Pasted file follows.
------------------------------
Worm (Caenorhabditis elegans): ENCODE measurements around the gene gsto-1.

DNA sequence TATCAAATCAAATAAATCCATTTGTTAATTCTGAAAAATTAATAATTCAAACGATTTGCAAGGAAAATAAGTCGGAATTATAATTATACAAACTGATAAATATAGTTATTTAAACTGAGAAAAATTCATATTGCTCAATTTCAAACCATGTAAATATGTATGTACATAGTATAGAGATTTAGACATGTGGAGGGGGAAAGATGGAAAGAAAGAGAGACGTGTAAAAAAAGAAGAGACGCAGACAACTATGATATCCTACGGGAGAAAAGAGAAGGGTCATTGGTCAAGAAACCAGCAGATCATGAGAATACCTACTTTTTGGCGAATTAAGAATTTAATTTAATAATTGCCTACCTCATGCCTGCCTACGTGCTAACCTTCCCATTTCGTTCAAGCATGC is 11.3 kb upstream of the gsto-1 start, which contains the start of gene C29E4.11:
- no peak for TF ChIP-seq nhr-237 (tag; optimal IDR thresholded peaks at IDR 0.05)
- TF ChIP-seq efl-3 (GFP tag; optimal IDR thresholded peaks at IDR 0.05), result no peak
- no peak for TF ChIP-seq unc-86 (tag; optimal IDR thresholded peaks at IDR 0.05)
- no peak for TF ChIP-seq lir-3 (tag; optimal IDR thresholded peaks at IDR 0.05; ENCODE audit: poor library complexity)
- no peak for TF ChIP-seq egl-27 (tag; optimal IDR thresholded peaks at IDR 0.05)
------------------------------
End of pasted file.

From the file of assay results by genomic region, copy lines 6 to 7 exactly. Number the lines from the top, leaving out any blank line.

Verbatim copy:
- no peak for TF ChIP-seq lir-3 (tag; optimal IDR thresholded peaks at IDR 0.05; ENCODE audit: poor library complexity)
- no peak for TF ChIP-seq egl-27 (tag; optimal IDR thresholded peaks at IDR 0.05)